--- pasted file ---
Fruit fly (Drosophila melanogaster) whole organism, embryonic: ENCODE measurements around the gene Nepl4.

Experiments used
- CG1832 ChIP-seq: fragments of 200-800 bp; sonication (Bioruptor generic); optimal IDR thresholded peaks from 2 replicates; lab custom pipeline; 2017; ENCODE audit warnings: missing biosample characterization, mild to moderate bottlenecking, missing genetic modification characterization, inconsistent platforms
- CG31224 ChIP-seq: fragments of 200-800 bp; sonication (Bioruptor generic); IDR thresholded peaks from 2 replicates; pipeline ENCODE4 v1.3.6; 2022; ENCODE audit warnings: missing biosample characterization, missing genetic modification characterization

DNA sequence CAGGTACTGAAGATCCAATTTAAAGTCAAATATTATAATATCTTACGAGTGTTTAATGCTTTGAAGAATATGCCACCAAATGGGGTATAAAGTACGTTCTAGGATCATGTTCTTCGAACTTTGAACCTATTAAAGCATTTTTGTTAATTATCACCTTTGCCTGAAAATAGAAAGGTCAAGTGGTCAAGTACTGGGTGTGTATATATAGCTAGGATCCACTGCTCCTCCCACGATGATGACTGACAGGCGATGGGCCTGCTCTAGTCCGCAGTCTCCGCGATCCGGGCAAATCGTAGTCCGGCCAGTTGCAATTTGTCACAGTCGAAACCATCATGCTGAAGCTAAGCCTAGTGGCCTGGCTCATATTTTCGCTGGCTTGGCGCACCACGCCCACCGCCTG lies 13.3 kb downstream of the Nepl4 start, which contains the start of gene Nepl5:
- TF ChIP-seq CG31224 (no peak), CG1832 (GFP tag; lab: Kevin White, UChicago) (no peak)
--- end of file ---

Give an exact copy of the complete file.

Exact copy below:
Fruit fly (Drosophila melanogaster) whole organism, embryonic: ENCODE measurements around the gene Nepl4.

Experiments used
- CG1832 ChIP-seq: fragments of 200-800 bp; sonication (Bioruptor generic); optimal IDR thresholded peaks from 2 replicates; lab custom pipeline; 2017; ENCODE audit warnings: missing biosample characterization, mild to moderate bottlenecking, missing genetic modification characterization, inconsistent platforms
- CG31224 ChIP-seq: fragments of 200-800 bp; sonication (Bioruptor generic); IDR thresholded peaks from 2 replicates; pipeline ENCODE4 v1.3.6; 2022; ENCODE audit warnings: missing biosample characterization, missing genetic modification characterization

DNA sequence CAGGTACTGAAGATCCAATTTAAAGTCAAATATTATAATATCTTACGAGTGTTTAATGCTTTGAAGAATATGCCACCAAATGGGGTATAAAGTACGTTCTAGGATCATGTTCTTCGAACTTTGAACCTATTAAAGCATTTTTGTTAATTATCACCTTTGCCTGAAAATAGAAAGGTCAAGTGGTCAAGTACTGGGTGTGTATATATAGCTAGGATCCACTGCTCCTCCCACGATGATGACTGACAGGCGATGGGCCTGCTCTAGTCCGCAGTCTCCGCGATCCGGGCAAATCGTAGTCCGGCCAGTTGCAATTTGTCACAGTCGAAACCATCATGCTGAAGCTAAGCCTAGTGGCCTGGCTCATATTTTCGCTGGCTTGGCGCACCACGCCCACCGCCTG lies 13.3 kb downstream of the Nepl4 start, which contains the start of gene Nepl5:
- TF ChIP-seq CG31224 (no peak), CG1832 (GFP tag; lab: Kevin White, UChicago) (no peak)